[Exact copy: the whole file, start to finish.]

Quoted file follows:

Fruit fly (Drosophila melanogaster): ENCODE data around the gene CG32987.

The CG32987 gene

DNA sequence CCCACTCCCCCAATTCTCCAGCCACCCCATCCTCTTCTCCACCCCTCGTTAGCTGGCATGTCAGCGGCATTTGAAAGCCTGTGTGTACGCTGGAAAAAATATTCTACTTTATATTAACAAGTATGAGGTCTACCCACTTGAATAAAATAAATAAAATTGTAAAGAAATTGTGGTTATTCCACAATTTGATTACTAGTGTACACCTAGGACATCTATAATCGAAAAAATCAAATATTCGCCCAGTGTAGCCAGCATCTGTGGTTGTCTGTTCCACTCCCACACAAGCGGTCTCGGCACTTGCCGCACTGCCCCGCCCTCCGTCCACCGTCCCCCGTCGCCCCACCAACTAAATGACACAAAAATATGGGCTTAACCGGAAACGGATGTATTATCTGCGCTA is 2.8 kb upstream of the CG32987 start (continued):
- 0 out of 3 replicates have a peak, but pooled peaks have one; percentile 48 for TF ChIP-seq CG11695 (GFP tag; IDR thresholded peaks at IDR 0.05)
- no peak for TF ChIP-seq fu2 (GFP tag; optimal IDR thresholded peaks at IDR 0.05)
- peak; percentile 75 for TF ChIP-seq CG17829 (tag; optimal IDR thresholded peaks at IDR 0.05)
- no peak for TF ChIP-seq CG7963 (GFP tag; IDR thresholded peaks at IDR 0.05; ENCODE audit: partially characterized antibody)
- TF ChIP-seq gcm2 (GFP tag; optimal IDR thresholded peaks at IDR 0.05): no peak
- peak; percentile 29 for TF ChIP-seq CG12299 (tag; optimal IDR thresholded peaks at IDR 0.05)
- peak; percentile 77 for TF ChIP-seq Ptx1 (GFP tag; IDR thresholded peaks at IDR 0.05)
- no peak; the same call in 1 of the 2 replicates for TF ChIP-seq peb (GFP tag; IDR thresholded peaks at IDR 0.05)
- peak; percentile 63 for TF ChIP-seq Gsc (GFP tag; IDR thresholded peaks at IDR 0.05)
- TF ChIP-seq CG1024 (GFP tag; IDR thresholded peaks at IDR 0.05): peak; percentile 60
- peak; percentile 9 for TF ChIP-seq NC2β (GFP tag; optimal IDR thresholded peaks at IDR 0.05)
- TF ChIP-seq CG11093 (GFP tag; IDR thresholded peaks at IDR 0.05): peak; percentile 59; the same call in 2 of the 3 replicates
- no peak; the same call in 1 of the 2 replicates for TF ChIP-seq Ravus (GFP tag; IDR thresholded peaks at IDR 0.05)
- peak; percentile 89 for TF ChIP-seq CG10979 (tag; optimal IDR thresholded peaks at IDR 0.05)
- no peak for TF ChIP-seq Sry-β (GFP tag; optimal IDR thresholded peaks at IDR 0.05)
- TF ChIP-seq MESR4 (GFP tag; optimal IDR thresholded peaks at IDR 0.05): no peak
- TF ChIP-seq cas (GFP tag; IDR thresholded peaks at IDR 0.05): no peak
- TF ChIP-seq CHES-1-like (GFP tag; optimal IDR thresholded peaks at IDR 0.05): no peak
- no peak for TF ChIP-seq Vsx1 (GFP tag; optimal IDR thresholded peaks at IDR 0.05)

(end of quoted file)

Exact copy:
Fruit fly (Drosophila melanogaster): ENCODE data around the gene CG32987.

The CG32987 gene

DNA sequence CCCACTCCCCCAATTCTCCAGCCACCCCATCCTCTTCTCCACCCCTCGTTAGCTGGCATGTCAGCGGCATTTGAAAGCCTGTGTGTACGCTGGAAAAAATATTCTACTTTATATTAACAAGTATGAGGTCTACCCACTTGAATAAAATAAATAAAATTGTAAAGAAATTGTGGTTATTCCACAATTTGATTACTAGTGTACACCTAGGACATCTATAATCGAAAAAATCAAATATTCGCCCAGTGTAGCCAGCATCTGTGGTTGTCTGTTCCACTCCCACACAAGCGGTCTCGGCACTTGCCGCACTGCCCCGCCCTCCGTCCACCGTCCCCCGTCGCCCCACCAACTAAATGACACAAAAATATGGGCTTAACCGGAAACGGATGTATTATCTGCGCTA is 2.8 kb upstream of the CG32987 start (continued):
- 0 out of 3 replicates have a peak, but pooled peaks have one; percentile 48 for TF ChIP-seq CG11695 (GFP tag; IDR thresholded peaks at IDR 0.05)
- no peak for TF ChIP-seq fu2 (GFP tag; optimal IDR thresholded peaks at IDR 0.05)
- peak; percentile 75 for TF ChIP-seq CG17829 (tag; optimal IDR thresholded peaks at IDR 0.05)
- no peak for TF ChIP-seq CG7963 (GFP tag; IDR thresholded peaks at IDR 0.05; ENCODE audit: partially characterized antibody)
- TF ChIP-seq gcm2 (GFP tag; optimal IDR thresholded peaks at IDR 0.05): no peak
- peak; percentile 29 for TF ChIP-seq CG12299 (tag; optimal IDR thresholded peaks at IDR 0.05)
- peak; percentile 77 for TF ChIP-seq Ptx1 (GFP tag; IDR thresholded peaks at IDR 0.05)
- no peak; the same call in 1 of the 2 replicates for TF ChIP-seq peb (GFP tag; IDR thresholded peaks at IDR 0.05)
- peak; percentile 63 for TF ChIP-seq Gsc (GFP tag; IDR thresholded peaks at IDR 0.05)
- TF ChIP-seq CG1024 (GFP tag; IDR thresholded peaks at IDR 0.05): peak; percentile 60
- peak; percentile 9 for TF ChIP-seq NC2β (GFP tag; optimal IDR thresholded peaks at IDR 0.05)
- TF ChIP-seq CG11093 (GFP tag; IDR thresholded peaks at IDR 0.05): peak; percentile 59; the same call in 2 of the 3 replicates
- no peak; the same call in 1 of the 2 replicates for TF ChIP-seq Ravus (GFP tag; IDR thresholded peaks at IDR 0.05)
- peak; percentile 89 for TF ChIP-seq CG10979 (tag; optimal IDR thresholded peaks at IDR 0.05)
- no peak for TF ChIP-seq Sry-β (GFP tag; optimal IDR thresholded peaks at IDR 0.05)
- TF ChIP-seq MESR4 (GFP tag; optimal IDR thresholded peaks at IDR 0.05): no peak
- TF ChIP-seq cas (GFP tag; IDR thresholded peaks at IDR 0.05): no peak
- TF ChIP-seq CHES-1-like (GFP tag; optimal IDR thresholded peaks at IDR 0.05): no peak
- no peak for TF ChIP-seq Vsx1 (GFP tag; optimal IDR thresholded peaks at IDR 0.05)